have a bone to pick with (one)

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have a bone to pick with (one)

To have an issue to discuss with one, typically one that is a source of annoyance for the speaker. Hey, I have a bone to pick with you! Why didn't you put gas in my car after you borrowed it?
See also: bone, have, pick

bone to pick, have a

An unpleasant issue or grievance that needs discussion. For example, Concerning the room assignments, I have a bone to pick with you. This metaphoric term alludes to a dog worrying a bone. [Early 1500s]
See also: bone, have

have a bone to pick with someone

INFORMAL
If you say that you have a bone to pick with someone, you mean that you are annoyed with them about something, and you want to talk to them about it. `I have a bone to pick with you.' She felt justified in bringing up a matter that she had been afraid to discuss before. Note: This expression may refer to the fact that dogs often fight over bones.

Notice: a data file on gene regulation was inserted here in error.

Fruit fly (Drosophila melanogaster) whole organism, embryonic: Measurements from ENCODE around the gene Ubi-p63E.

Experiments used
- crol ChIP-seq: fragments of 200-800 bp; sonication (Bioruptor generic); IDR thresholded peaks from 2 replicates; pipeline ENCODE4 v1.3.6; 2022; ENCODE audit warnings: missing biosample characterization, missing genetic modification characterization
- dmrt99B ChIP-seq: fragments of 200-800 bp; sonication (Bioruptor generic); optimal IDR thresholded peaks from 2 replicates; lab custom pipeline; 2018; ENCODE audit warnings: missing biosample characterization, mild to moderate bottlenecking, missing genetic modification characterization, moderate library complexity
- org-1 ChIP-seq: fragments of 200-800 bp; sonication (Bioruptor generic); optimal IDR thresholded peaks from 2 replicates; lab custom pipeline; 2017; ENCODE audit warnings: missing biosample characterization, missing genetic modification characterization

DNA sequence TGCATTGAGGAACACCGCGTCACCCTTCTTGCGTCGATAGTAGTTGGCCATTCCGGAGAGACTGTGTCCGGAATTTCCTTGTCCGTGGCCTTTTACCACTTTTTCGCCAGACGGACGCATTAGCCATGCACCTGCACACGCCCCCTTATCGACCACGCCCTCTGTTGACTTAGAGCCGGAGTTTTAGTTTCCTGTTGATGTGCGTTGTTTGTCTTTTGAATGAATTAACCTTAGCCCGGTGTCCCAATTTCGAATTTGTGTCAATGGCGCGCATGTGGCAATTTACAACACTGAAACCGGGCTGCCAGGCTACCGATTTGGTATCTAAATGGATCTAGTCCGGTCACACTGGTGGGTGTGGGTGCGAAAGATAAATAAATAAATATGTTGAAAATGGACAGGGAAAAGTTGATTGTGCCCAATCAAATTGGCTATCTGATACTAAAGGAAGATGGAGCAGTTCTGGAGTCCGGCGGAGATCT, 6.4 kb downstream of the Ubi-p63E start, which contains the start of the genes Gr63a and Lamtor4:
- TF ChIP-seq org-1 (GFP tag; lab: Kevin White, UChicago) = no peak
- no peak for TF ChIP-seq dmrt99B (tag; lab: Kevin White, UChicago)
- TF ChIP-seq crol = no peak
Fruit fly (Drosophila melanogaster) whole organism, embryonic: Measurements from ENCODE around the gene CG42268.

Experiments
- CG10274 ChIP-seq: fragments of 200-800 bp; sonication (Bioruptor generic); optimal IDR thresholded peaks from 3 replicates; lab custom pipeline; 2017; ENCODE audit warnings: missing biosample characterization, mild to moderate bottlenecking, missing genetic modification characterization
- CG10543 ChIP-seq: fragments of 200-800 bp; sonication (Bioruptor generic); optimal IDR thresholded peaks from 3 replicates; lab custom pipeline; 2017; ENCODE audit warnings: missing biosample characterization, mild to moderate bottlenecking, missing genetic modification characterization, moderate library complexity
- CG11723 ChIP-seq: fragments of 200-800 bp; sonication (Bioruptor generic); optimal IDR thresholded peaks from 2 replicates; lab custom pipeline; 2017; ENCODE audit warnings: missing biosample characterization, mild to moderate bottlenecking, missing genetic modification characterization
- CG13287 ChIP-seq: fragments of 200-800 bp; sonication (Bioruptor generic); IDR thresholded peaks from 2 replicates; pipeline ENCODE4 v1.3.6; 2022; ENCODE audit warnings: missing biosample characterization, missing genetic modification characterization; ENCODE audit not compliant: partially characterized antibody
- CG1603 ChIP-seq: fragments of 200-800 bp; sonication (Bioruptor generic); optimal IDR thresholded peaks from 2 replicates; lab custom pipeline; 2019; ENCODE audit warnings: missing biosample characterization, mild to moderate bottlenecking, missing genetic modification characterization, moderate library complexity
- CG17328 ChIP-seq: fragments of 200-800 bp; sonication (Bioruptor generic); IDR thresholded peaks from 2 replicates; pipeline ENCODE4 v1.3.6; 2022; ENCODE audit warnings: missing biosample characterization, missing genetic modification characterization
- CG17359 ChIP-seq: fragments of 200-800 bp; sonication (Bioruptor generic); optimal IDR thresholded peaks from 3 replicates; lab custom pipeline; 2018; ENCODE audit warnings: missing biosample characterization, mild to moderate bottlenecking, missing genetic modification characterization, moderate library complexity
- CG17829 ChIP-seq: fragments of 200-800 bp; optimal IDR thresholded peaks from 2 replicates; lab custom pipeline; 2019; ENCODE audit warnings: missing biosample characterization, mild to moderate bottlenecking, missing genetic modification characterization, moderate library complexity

See also: bone, have, pick, someone

have a bone to pick with someone

have reason to disagree or be annoyed with someone. informal
A bone to pick (or gnaw ) has been a metaphor for a problem or difficulty to be thought over since the mid 16th century.
See also: bone, have, pick, someone

have a ˈbone to pick with somebody

(informal) have something that you want to complain to somebody about: Here, I’ve got a bone to pick with you: why did you tell David I wasn’t at home when he phoned?
See also: bone, have, pick, somebody